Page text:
Let’s take a moment to compare to other brands. Uniqlo’s jeans are $40. In the high-rise cut department, they have this high-rise slim cut, this high-rise cigarette cut, and even a pair made with their HEATTECH fabric for the winter. Their jeans are a medium weight and are stretchier than Everlane’s, molding to your legs. I have an earlier iteration of their high-rise jeans (the Ultra Stretch High Rise Ankle Jeans, now on clearance for $20) and find them to be comfortable.
I’ve also tried Madewell’s High-Rise Skinny Jeans, which start at $128 for a basic pair and go up to $158 for an embellished pair (though you can bring in an old pair of jeans to recycle for $20 off). These jeans are somewhere between Uniqlo and Everlane when it comes to fabric stretchiness. They’re stiffer than Uniqlo, but not as stiff as Everlane. The leg is skinnier than Everlane’s. However, one thing that I don’t like about Madewell’s jeans are that the front pockets are shallow, which I find annoying. You could probably put your keys in there, but not a phone.
On the high end of the spectrum, I’ve tried 7 For All Mankind’s $200 High Waist Ankle Skinny — the stretchiest and skinniest of all (they are skin tight) but these also have shallow pockets.
One mistake that I’ve made with jeans, particularly black ones, is not using dark color detergent to wash them. Everlane claims their Stay Black dye process “ensures that jeans keep their rich black color longer.” If this is true, hooray! I would love a pair of black jeans that don’t fade.
Since I already have a few pair of Uniqlo jeans right now, I’m holding off on buying Everlane’s. While I don’t know the specifics of manufacturing for these other brands, I bet that none of them come close to Everlane in terms of being ethically made. As soon as my other jeans wear out — or as soon as Everlane come out with another wash I could use (how about olive green or dark gray?) — I’m going to get me some environmentally-conscious, ethically-made denim!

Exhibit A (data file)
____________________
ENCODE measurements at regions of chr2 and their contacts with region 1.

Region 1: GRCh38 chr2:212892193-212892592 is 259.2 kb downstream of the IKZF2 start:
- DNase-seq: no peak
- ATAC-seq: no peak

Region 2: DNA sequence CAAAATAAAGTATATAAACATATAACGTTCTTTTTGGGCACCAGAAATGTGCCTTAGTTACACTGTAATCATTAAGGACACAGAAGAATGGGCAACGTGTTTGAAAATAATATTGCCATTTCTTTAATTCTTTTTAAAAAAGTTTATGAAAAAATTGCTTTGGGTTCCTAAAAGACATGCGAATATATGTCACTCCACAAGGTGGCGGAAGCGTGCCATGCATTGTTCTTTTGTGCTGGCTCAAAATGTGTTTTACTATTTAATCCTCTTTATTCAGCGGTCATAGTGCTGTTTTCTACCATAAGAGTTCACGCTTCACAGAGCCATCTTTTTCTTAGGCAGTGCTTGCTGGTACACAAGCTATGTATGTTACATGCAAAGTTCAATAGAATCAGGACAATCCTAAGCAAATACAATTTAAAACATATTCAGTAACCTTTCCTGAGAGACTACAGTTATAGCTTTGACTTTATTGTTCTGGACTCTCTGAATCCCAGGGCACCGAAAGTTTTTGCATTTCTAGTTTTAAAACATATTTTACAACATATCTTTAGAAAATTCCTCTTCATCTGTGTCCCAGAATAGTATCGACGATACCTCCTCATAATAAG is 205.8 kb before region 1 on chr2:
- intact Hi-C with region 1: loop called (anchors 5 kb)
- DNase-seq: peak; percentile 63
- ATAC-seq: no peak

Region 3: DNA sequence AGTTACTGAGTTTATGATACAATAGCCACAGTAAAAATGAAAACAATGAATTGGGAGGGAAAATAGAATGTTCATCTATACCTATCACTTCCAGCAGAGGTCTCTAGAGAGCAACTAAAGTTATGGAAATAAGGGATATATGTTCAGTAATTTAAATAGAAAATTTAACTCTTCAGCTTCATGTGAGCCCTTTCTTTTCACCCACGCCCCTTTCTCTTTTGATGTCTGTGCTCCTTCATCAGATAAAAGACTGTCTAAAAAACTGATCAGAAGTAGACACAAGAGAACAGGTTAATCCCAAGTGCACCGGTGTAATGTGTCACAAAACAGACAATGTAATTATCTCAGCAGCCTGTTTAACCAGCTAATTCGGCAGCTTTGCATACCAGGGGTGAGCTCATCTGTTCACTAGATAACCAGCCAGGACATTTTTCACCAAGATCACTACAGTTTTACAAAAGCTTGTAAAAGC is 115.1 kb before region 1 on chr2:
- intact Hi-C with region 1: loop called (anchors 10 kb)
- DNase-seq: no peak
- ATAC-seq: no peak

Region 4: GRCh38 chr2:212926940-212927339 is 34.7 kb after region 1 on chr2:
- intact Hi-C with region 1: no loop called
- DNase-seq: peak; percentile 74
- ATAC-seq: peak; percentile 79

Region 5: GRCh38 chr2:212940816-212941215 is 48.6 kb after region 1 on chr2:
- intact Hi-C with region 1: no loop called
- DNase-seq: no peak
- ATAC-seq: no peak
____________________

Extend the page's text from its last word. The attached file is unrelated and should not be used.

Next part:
UPDATE 12/30/17 – Well, Everlane restocked sizes and I caved and decided it would be nice to have a pair of high-rise skinny jeans in the dark indigo, so here’s my update after wearing them for about two weeks. I ordered a size up from my usual size and in the ankle length (which ends up being regular length on petite me). They’re snug at first but loosen up as you wear them.
Because the denim is a bit stiff, it doesn’t mold to the legs. Perhaps from the way it hangs off the body, folds appeared, particularly around the knees. I’m not sure how the Everlane model wore them without hardly any wrinkly folds, though I take comfort in the fact that they wrinkle a bit even on Jennifer Lawrence.
If you’re going for a super skinny leg look or want to tuck your jeans into knee-high boots, these are not for you. While the leg is on the skinny side, it’s not that skinny.
After I washed and air dried them, they tightened up as if they were new. But with wear, they loosened up again.
While I find them comfortable, I’m not sure now that these are the best-fitting jeans ever for me. I also wish the stiffer Japanese denim didn’t generate quite so many folds. However, the jeans do seem well made. The looser leg shape lends a casual, more relaxed look, something different from my other jeans. Overall, I plan to keep them.